Sharp aims for high-end electronics market

Sharp may have been seen as a safe mid-market consumer electronics brand during the 1980s and 1990s but recent years have seen it repositioning through its focus on high-end TV technology.

The company sees flat panel LCD screens as a key part of a three-pronged strategy, which will also see increased investment and focus on its photocopier and printer division and its solar panel business, aimed at making Sharp a premium electronics brand.

Michael Gabriel, head of marketing communications at Sharp who saw his role extended to all brand communications in the UK (MW last week), admits it is a conscious move to shake off its heritage as a microwave manufacturer and become a provider of “quality technology and innovation” in all the categories it operates in.

He explains: “We want Sharp to be a premium brand rather than in the mid-market. Our markets are crowded with brands and products, and we are looking to create an advantage that has been hidden in the past.”

Sharp, which is the world’s largest manufacturer of LCD screens, announced its commitment to LCD in 2002 when it said it would stop marking CRT TVs and focus on flat-panel technology. Gabriel believes the company has already been proved right.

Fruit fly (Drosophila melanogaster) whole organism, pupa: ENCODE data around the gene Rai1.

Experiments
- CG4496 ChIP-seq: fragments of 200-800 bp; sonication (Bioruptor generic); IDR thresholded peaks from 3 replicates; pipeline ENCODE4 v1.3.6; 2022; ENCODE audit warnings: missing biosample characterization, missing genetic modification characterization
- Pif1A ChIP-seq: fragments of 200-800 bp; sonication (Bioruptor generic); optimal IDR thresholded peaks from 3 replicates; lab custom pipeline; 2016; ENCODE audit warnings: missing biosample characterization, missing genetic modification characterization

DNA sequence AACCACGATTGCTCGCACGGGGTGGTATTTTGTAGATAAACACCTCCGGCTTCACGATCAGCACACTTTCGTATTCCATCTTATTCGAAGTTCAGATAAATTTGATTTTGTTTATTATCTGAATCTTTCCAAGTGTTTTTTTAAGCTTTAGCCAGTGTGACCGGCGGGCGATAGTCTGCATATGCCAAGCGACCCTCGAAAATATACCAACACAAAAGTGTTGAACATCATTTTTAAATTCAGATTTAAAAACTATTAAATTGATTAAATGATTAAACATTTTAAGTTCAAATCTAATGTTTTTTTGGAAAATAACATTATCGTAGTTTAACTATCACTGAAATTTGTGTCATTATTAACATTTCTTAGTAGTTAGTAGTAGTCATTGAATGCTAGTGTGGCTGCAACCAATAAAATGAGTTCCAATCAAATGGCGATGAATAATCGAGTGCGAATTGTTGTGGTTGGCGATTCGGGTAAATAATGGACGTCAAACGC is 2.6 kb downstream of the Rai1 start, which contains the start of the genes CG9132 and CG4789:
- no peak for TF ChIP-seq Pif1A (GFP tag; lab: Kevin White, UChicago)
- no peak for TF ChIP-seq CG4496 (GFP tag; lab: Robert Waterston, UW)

He adds: “When we made that announcement, the market was still mostly in CRT TVs and it was seen as a bold statement, but it has already been borne out.”

It is a point that many in the industry agree with. One source says: “It used to be a me-too Japanese brand that was just in the mix among JVC and Panasonic, but by specialising in LCD it will leapfrog LG Philips and Sony’s joint venture with Samsung.”

Sharp’s main focus in LCD TVs is its Aquos brand, which is positioned as stylish yet affordable. It stole a march on its rival Sony, he leading TV brand in the UK, by launching into the market in 2004. Sony only responded last October with the launch of its Bravia LCD range.

According to research company DisplaySearch, Sharp has been the leading brand in LCD technology since the market launched. In the third quarter of 2005, it had an 18% share of the market compared to Sony’s 8%. But early results for the Bravia range are promising. The data for the fourth quarter shows Sony’s share increased to 14.6% while Sharp’s had dropped to 13.6%, a decline attributed to supply problems.

But Sharp will reinforce its strong position when it opens its eighth-generation LCD factory later this year. The move will put it way ahead of its competitors, which are still on fifth-generation factories, by allowing it to produce the product more efficiently and cost effectively.

The UK LCD market is the number one market for flat panel TVs in Europe. Last year, it was worth &£1.2bn and 1.8 million units were sold in the UK (GfK Media). James Randall, commercial director at technology data company GfK, says there is still vast potential for growth as penetration across UK households is less than 10%. A number of factors should lead to strong sales in 2006, including the World Cup.

Sharp is looking to leverage its success in LCD across other areas. It is working with Wieden & Kennedy, the agency that launched Aquos, to develop a new European brand position and look, which will be launched in the summer. It signals a more aggressive stance from Sharp. Gabriel explains: “It is time that we stepped out of the shadows and embraced marketing.”

Caroline Parry

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